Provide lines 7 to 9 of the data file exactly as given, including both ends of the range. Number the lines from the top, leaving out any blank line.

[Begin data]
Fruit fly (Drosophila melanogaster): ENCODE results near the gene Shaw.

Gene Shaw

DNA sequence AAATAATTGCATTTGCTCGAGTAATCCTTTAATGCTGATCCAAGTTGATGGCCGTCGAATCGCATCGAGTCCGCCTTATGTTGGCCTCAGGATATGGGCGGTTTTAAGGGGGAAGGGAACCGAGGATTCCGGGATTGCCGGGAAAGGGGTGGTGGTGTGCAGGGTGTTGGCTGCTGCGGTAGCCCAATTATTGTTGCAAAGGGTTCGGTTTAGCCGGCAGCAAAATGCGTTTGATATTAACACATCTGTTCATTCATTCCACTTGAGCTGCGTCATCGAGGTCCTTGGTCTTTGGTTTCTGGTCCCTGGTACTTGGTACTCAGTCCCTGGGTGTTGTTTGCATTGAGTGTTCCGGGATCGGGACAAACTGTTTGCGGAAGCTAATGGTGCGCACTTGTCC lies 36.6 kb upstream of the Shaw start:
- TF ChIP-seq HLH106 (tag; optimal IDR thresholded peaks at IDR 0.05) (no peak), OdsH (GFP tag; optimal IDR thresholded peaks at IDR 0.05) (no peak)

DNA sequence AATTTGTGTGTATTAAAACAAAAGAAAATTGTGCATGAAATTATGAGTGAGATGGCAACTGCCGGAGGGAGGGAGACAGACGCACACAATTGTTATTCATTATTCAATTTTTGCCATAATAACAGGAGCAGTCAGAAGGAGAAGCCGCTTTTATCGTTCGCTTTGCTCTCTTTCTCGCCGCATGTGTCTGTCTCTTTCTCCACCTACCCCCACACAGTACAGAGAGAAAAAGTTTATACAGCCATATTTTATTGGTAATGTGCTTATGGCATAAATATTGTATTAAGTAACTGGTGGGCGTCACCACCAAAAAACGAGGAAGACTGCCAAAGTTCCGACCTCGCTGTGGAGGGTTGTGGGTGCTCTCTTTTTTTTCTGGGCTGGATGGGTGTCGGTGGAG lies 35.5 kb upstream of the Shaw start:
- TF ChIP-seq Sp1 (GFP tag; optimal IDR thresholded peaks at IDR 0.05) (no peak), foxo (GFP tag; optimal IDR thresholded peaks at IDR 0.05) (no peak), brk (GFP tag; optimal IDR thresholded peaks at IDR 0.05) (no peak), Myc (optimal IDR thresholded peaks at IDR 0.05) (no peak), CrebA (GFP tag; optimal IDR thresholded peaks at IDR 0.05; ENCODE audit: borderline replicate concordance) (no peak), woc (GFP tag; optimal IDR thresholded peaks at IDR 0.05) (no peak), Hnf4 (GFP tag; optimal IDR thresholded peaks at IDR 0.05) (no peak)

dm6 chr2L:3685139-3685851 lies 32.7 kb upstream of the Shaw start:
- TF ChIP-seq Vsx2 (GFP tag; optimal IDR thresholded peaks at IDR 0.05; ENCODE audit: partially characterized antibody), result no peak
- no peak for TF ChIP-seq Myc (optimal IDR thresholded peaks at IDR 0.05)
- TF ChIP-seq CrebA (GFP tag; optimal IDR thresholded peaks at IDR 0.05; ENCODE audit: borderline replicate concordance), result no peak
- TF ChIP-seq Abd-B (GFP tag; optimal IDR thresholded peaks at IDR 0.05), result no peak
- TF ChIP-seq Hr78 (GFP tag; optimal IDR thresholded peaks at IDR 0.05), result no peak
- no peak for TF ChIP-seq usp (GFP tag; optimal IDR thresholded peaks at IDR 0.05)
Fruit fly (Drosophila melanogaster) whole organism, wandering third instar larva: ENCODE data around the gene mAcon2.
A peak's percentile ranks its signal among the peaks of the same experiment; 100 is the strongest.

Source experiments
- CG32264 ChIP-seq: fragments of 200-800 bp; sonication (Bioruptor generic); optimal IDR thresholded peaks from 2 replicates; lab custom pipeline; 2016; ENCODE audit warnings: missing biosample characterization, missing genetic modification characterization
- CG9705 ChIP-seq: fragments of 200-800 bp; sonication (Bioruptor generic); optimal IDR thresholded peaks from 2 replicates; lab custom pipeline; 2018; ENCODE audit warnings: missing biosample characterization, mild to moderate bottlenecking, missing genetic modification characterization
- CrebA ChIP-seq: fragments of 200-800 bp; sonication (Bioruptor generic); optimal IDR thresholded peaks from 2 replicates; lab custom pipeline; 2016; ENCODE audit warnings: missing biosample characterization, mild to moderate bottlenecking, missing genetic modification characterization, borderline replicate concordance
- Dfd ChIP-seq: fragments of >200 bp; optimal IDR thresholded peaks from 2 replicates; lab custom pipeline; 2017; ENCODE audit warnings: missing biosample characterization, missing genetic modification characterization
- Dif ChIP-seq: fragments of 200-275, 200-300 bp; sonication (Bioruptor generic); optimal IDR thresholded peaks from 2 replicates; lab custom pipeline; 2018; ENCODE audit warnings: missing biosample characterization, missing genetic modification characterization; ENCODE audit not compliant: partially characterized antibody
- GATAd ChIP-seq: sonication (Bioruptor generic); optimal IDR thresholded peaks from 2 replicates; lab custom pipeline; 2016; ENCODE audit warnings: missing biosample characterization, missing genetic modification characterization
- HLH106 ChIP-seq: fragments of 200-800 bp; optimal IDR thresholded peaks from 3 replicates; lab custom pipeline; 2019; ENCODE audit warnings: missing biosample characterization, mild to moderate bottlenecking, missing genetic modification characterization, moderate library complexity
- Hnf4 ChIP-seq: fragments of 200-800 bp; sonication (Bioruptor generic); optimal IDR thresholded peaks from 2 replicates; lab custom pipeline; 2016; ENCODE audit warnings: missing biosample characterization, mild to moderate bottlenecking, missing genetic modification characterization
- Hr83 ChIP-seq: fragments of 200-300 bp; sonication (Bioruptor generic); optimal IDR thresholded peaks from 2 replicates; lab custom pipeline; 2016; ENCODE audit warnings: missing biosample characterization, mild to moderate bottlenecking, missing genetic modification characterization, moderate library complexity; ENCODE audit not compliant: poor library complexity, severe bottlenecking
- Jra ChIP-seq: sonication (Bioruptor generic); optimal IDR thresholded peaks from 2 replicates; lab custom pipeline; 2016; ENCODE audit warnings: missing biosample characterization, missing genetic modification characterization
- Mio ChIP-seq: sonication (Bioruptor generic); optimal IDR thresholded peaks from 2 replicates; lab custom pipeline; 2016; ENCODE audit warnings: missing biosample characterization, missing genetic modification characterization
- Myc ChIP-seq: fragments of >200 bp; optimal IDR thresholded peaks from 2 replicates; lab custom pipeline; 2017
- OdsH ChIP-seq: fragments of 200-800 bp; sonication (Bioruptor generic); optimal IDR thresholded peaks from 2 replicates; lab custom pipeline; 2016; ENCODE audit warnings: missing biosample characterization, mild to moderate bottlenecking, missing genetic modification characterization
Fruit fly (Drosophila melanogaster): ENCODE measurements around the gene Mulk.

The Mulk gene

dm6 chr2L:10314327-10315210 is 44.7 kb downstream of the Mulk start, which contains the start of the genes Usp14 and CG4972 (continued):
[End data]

dm6 chr2L:3685139-3685851 lies 32.7 kb upstream of the Shaw start:
- TF ChIP-seq Vsx2 (GFP tag; optimal IDR thresholded peaks at IDR 0.05; ENCODE audit: partially characterized antibody), result no peak
- no peak for TF ChIP-seq Myc (optimal IDR thresholded peaks at IDR 0.05)